Cycle theft

This article was published in 2008, in Newsletter 76.

Laminated poster added to bike racks by the police.
Image as described adjacent

In the last newsletter Sgt Gordon Morgenthaler of Cambridge Police answered our questions about the ‘Immobilise’ website*. At the same time we asked him questions about some more general theft issues. Here are his answers.

Is cycle coding still being offered by the police at Parkside? If so, when can people use this, and is it still free?

We can code cycles at the Parkside cycle store, but when a cycle is checked in the street we cannot tell who owns it or if it is stolen. Immobilise (see Newsletter 75) tackles all these problems. It is quick, easy and simple to check.

Given the ‘cyclical’ nature of cycle theft, what is the typical difference between Sept/Oct thefts and those in Jan/Feb in recent years?

There has been a lot of research carried out by University College London into cycle crime. It is a growing national problem and there are no clear figures explaining why bikes are stolen.

There are those that steal a bike to get home, those that steal bikes to sell on for cash and then there are organised groups who steal large numbers of cycles possibly to ship abroad. September and October see the return of students to the city and cycle thefts increase for a few reasons.

  • Reports of stolen cycles that have been taken by the council/college as abandoned bikes.
  • A large number of new cycles owned by students who do not understand the volume of cycle thefts that happen in Cambridge and are therefore lax about cycle security.
  • An increase in the number of people in Cambridge looking for cycles ranging from new students to people who have had their bike stolen.
  • Criminal gangs planning ahead for Christmas. Good quality second hand bikes sold through eBay and other outlets or markets.
  • At other times cycles are stolen to sell for cash or drugs. They are easy to steal, they are hard to identify without the frame number.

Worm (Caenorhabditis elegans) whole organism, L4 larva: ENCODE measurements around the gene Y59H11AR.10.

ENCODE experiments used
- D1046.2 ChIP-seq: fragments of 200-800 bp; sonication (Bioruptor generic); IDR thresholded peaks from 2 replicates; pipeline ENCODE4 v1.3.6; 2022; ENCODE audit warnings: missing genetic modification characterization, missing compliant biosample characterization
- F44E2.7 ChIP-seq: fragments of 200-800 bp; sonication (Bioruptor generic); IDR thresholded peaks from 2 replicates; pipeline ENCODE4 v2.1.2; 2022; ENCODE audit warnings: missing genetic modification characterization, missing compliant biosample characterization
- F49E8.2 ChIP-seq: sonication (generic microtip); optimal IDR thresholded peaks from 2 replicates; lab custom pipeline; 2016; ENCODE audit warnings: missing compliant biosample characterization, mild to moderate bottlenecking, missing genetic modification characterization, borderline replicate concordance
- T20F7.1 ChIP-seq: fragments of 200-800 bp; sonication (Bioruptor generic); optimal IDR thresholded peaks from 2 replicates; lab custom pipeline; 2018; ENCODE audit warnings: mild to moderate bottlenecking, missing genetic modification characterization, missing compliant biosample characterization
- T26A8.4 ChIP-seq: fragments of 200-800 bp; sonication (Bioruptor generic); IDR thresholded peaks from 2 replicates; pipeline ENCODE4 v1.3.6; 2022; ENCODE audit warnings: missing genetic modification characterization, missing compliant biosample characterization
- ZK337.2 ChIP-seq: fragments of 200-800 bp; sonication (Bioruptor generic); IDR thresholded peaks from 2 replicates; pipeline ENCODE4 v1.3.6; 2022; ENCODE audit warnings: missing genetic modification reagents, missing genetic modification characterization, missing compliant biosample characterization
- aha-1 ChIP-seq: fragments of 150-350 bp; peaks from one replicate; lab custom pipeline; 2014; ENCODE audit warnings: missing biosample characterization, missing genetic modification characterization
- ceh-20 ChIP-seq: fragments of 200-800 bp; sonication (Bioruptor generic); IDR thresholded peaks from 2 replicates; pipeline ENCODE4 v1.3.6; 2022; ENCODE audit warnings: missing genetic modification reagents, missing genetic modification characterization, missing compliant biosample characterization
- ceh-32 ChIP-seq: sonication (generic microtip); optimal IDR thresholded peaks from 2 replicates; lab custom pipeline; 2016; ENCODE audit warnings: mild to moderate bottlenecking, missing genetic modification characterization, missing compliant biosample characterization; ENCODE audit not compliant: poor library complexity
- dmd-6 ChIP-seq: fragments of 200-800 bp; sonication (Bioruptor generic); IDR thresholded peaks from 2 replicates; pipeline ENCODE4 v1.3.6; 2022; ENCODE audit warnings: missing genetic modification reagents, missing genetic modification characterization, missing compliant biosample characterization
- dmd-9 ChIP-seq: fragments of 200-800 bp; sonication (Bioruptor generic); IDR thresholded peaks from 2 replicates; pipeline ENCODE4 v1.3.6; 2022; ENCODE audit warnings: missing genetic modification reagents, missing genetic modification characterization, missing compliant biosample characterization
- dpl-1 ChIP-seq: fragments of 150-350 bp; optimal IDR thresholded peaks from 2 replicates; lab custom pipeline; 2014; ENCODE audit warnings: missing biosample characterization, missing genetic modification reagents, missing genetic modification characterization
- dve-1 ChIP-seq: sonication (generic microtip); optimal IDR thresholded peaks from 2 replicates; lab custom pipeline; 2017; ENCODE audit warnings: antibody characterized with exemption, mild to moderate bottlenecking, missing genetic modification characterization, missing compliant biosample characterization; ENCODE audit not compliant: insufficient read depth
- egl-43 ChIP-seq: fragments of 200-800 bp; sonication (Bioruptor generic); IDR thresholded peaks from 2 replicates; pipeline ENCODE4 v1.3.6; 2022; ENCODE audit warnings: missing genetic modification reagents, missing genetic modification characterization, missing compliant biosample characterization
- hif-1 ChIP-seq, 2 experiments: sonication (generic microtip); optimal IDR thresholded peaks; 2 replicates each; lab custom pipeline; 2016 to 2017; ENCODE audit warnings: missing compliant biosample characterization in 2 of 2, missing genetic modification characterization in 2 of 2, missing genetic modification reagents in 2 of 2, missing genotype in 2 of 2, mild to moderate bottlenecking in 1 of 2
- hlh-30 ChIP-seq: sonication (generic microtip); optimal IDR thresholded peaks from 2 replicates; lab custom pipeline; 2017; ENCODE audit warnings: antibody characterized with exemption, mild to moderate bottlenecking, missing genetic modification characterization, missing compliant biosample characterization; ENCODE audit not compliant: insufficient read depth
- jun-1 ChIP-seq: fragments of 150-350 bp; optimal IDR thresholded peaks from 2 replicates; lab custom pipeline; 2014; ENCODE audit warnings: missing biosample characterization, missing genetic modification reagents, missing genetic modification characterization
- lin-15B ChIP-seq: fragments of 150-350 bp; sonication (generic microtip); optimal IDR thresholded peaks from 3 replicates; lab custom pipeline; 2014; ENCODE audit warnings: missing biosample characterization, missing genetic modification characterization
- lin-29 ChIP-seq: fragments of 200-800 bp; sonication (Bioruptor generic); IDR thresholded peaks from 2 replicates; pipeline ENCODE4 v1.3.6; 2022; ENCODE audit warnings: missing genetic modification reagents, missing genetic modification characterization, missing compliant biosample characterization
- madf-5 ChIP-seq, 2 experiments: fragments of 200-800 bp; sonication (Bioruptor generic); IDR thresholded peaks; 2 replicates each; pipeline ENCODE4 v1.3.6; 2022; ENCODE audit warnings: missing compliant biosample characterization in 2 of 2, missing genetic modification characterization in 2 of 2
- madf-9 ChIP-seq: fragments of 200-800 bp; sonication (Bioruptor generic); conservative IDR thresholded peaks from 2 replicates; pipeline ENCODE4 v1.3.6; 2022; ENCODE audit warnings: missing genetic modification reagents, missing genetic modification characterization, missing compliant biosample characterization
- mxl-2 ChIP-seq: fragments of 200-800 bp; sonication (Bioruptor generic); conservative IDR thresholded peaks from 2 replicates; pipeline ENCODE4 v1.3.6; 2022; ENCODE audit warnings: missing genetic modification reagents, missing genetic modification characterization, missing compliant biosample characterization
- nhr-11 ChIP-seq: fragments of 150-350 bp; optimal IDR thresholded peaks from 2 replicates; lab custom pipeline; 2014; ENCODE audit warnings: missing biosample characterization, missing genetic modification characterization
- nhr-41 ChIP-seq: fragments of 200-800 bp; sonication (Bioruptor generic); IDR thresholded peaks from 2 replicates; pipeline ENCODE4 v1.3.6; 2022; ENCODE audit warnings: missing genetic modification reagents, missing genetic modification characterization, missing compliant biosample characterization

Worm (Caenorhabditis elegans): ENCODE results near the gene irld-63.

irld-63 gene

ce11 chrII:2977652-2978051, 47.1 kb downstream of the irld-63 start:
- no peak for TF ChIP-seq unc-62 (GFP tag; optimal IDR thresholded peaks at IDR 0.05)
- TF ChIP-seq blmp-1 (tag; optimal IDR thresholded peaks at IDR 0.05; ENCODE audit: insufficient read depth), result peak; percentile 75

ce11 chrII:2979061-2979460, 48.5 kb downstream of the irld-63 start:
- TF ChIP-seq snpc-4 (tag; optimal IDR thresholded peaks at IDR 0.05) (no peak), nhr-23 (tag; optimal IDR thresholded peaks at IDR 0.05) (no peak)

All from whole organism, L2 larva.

Cycle theft will never be stopped while there is a huge shortage of cycle parking around Cambridge. Our photomap contains many pictures of bikes left against walls insecurely, with no formal cycle parking in sight (see examples) What are the police doing about this?

‘Fly’ parking is a problem and leads to more crime, from criminal damage to thefts. I am working with Colleges to encourage better facilities and correctly located racks. The council work closely with the Police to remove abandoned cycles and encourage the use of cycle racks through education.

Can the police object to planning applications where levels of cycle parking are inadequate?

The Police have an architectural officer to review and assess building plans and developments in order to provide planners, architects and developers with recommendations that reduce the risk of crime and disorder occurring. The recommendations form part of the application process.

What other work are the police doing to cut down on cycle theft at the moment?

The Police in Cambridge are determined to cut cycle crime.

We have improved the information contained in our website to educate those that cycle in Cambridge about the use of good quality locks, we visit students and colleges at every opportunity to promote crime prevention, we have distributed thousands of leaflets and cards encouraging cyclists to record their frame number, we carry out registration events in the city with immediate registration via our laptop computers, we work closely with cycle shops to promote security, we have given extra training to officers and Police staff to ensure that cycle crime is taken seriously and that the problem is investigated effectively.

Recent cycle crime blitz headlines

Officers are given daily briefings containing a cycle crime update. All officers are actively encouraged to gather intelligence on cycle crime, they carry out checks daily on cycles through Immobilise and our crime recording system. We are involved in ongoing work with British Transport Police and other forces to identify those that sell stolen cycles and to tackle this through hi-visibility patrols, dedicated plain clothed officers and directed operations including the checking of eBay. We are making an impact…

There are more arrests every day.

*An update:The last issue noted that there was a charge of £3.99 for the ability to upload digital photos of the bike being registered. This has now been changed and there is now no charge for this service.